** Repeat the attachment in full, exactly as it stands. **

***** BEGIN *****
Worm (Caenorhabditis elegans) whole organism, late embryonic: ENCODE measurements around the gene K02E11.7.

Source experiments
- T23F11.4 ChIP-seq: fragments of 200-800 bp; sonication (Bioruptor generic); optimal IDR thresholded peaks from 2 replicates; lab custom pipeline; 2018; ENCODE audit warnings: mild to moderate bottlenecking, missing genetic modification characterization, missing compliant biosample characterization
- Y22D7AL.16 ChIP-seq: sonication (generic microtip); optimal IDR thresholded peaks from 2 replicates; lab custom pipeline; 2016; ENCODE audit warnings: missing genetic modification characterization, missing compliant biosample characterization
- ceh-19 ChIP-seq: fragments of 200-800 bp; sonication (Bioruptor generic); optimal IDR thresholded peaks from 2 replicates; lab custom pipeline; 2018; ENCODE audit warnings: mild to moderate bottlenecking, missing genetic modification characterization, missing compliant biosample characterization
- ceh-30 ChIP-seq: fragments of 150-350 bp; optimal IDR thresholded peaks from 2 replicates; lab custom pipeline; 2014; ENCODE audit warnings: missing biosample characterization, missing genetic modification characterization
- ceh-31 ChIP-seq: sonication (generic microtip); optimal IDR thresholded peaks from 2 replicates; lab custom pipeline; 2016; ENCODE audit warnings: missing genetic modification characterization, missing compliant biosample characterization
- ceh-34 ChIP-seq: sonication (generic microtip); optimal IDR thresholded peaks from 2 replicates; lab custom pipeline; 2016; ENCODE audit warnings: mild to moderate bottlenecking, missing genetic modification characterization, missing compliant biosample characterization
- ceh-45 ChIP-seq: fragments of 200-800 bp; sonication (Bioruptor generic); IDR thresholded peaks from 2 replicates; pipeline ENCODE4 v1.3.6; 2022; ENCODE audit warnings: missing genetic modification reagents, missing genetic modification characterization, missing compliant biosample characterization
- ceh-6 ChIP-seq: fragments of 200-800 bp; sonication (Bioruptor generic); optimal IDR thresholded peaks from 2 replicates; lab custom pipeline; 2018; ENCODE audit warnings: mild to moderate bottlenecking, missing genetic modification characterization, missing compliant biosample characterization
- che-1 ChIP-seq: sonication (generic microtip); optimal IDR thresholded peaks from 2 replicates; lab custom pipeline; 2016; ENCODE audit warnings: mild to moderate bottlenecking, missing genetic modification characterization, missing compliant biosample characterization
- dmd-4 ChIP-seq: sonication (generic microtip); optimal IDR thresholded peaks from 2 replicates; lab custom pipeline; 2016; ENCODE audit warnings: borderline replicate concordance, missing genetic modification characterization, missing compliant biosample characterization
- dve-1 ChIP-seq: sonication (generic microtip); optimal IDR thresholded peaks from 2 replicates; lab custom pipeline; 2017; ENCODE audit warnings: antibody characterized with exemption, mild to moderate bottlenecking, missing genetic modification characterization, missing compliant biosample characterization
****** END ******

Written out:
Worm (Caenorhabditis elegans) whole organism, late embryonic: ENCODE measurements around the gene K02E11.7.

Source experiments
- T23F11.4 ChIP-seq: fragments of 200-800 bp; sonication (Bioruptor generic); optimal IDR thresholded peaks from 2 replicates; lab custom pipeline; 2018; ENCODE audit warnings: mild to moderate bottlenecking, missing genetic modification characterization, missing compliant biosample characterization
- Y22D7AL.16 ChIP-seq: sonication (generic microtip); optimal IDR thresholded peaks from 2 replicates; lab custom pipeline; 2016; ENCODE audit warnings: missing genetic modification characterization, missing compliant biosample characterization
- ceh-19 ChIP-seq: fragments of 200-800 bp; sonication (Bioruptor generic); optimal IDR thresholded peaks from 2 replicates; lab custom pipeline; 2018; ENCODE audit warnings: mild to moderate bottlenecking, missing genetic modification characterization, missing compliant biosample characterization
- ceh-30 ChIP-seq: fragments of 150-350 bp; optimal IDR thresholded peaks from 2 replicates; lab custom pipeline; 2014; ENCODE audit warnings: missing biosample characterization, missing genetic modification characterization
- ceh-31 ChIP-seq: sonication (generic microtip); optimal IDR thresholded peaks from 2 replicates; lab custom pipeline; 2016; ENCODE audit warnings: missing genetic modification characterization, missing compliant biosample characterization
- ceh-34 ChIP-seq: sonication (generic microtip); optimal IDR thresholded peaks from 2 replicates; lab custom pipeline; 2016; ENCODE audit warnings: mild to moderate bottlenecking, missing genetic modification characterization, missing compliant biosample characterization
- ceh-45 ChIP-seq: fragments of 200-800 bp; sonication (Bioruptor generic); IDR thresholded peaks from 2 replicates; pipeline ENCODE4 v1.3.6; 2022; ENCODE audit warnings: missing genetic modification reagents, missing genetic modification characterization, missing compliant biosample characterization
- ceh-6 ChIP-seq: fragments of 200-800 bp; sonication (Bioruptor generic); optimal IDR thresholded peaks from 2 replicates; lab custom pipeline; 2018; ENCODE audit warnings: mild to moderate bottlenecking, missing genetic modification characterization, missing compliant biosample characterization
- che-1 ChIP-seq: sonication (generic microtip); optimal IDR thresholded peaks from 2 replicates; lab custom pipeline; 2016; ENCODE audit warnings: mild to moderate bottlenecking, missing genetic modification characterization, missing compliant biosample characterization
- dmd-4 ChIP-seq: sonication (generic microtip); optimal IDR thresholded peaks from 2 replicates; lab custom pipeline; 2016; ENCODE audit warnings: borderline replicate concordance, missing genetic modification characterization, missing compliant biosample characterization
- dve-1 ChIP-seq: sonication (generic microtip); optimal IDR thresholded peaks from 2 replicates; lab custom pipeline; 2017; ENCODE audit warnings: antibody characterized with exemption, mild to moderate bottlenecking, missing genetic modification characterization, missing compliant biosample characterization